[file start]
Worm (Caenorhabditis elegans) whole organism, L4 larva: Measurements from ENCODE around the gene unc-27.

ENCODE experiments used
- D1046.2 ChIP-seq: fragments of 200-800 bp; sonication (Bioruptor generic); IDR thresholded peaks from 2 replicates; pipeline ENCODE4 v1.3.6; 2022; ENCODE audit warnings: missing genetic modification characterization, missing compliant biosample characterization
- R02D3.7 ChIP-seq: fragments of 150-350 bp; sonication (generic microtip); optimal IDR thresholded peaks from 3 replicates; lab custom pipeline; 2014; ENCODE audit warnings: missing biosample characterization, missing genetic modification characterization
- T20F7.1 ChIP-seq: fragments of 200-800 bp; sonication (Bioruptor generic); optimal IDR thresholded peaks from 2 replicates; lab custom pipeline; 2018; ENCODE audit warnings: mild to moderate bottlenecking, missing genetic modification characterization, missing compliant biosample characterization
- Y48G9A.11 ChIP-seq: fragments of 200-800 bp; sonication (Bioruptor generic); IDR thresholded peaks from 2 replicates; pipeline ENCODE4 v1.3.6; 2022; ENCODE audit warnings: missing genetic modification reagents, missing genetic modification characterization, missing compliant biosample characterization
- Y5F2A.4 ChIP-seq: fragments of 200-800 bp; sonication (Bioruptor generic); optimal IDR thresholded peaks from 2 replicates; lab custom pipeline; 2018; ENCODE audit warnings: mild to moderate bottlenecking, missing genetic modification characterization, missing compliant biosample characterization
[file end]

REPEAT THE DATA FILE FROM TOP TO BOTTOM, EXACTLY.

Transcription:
Worm (Caenorhabditis elegans) whole organism, L4 larva: Measurements from ENCODE around the gene unc-27.

ENCODE experiments used
- D1046.2 ChIP-seq: fragments of 200-800 bp; sonication (Bioruptor generic); IDR thresholded peaks from 2 replicates; pipeline ENCODE4 v1.3.6; 2022; ENCODE audit warnings: missing genetic modification characterization, missing compliant biosample characterization
- R02D3.7 ChIP-seq: fragments of 150-350 bp; sonication (generic microtip); optimal IDR thresholded peaks from 3 replicates; lab custom pipeline; 2014; ENCODE audit warnings: missing biosample characterization, missing genetic modification characterization
- T20F7.1 ChIP-seq: fragments of 200-800 bp; sonication (Bioruptor generic); optimal IDR thresholded peaks from 2 replicates; lab custom pipeline; 2018; ENCODE audit warnings: mild to moderate bottlenecking, missing genetic modification characterization, missing compliant biosample characterization
- Y48G9A.11 ChIP-seq: fragments of 200-800 bp; sonication (Bioruptor generic); IDR thresholded peaks from 2 replicates; pipeline ENCODE4 v1.3.6; 2022; ENCODE audit warnings: missing genetic modification reagents, missing genetic modification characterization, missing compliant biosample characterization
- Y5F2A.4 ChIP-seq: fragments of 200-800 bp; sonication (Bioruptor generic); optimal IDR thresholded peaks from 2 replicates; lab custom pipeline; 2018; ENCODE audit warnings: mild to moderate bottlenecking, missing genetic modification characterization, missing compliant biosample characterization